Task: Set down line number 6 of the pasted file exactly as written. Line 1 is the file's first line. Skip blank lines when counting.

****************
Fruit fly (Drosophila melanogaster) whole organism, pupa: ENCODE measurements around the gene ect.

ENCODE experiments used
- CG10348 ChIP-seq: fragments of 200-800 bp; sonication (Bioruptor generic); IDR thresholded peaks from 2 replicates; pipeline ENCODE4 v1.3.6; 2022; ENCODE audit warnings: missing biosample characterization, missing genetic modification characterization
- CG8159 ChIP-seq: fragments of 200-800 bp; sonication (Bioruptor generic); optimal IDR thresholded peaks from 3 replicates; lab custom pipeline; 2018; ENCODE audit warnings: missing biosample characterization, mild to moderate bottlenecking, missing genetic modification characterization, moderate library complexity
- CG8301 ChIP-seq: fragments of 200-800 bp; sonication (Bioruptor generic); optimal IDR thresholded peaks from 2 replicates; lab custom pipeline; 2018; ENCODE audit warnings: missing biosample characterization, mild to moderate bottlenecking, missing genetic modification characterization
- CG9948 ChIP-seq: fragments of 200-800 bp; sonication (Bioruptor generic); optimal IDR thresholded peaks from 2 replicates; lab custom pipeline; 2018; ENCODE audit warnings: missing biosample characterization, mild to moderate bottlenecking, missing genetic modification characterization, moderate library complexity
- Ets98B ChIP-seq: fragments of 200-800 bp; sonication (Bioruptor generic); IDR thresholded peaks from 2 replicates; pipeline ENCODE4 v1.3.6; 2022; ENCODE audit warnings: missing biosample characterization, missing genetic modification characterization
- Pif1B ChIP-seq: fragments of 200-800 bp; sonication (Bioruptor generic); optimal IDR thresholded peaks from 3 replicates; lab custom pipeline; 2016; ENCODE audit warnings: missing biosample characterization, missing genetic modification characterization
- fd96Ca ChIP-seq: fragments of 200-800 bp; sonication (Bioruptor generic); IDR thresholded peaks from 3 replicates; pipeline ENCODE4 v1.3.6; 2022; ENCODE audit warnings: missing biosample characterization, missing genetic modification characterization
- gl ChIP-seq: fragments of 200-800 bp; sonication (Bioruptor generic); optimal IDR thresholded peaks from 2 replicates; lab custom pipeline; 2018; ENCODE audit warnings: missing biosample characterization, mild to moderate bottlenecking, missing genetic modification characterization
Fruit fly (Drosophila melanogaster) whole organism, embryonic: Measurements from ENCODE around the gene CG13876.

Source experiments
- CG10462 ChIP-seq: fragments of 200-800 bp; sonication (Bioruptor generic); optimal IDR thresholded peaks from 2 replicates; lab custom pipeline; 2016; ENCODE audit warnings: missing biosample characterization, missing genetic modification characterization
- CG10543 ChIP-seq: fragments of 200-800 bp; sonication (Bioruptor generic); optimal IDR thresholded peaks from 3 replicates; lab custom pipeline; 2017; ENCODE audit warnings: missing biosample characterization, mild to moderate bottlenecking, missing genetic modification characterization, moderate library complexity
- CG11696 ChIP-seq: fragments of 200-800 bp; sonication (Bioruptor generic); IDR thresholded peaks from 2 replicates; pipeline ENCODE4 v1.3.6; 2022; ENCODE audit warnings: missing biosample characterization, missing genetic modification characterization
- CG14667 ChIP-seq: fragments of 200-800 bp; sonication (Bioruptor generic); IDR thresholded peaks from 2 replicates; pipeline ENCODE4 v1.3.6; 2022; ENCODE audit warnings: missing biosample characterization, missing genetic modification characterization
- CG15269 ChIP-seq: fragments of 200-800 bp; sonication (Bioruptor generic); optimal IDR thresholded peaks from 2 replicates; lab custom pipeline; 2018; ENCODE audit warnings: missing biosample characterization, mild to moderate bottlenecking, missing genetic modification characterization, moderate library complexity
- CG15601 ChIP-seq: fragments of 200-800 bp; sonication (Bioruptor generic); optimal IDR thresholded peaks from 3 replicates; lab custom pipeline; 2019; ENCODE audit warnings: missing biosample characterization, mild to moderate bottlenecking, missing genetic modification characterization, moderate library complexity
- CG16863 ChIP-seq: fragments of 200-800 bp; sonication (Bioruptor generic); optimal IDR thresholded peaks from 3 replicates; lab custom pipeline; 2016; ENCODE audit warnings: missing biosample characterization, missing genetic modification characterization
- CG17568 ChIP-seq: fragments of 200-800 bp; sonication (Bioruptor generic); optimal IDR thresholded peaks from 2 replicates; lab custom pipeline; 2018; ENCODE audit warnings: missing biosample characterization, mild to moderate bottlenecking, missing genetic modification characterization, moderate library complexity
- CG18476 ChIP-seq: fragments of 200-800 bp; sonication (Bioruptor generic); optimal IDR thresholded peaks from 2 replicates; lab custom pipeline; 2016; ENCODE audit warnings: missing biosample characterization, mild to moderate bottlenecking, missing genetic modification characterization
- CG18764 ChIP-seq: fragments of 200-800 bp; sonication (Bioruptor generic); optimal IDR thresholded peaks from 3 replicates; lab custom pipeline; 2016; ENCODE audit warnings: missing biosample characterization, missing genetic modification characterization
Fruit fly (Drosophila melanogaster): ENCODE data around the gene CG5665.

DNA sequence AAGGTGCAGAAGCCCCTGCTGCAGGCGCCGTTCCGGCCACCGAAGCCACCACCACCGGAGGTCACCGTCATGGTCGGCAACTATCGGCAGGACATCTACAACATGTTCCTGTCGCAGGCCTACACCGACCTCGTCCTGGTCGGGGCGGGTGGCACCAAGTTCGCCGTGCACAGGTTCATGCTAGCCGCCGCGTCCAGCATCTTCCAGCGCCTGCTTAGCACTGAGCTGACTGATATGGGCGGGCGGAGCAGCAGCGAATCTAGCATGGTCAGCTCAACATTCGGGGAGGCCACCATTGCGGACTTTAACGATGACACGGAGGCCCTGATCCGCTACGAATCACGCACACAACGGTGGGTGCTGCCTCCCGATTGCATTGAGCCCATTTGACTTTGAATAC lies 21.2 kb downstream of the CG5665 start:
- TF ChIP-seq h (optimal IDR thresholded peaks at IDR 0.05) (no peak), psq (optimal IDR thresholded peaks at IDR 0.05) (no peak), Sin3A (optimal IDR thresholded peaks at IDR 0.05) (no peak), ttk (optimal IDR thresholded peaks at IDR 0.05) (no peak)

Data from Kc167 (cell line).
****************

- CG9948 ChIP-seq: fragments of 200-800 bp; sonication (Bioruptor generic); optimal IDR thresholded peaks from 2 replicates; lab custom pipeline; 2018; ENCODE audit warnings: missing biosample characterization, mild to moderate bottlenecking, missing genetic modification characterization, moderate library complexity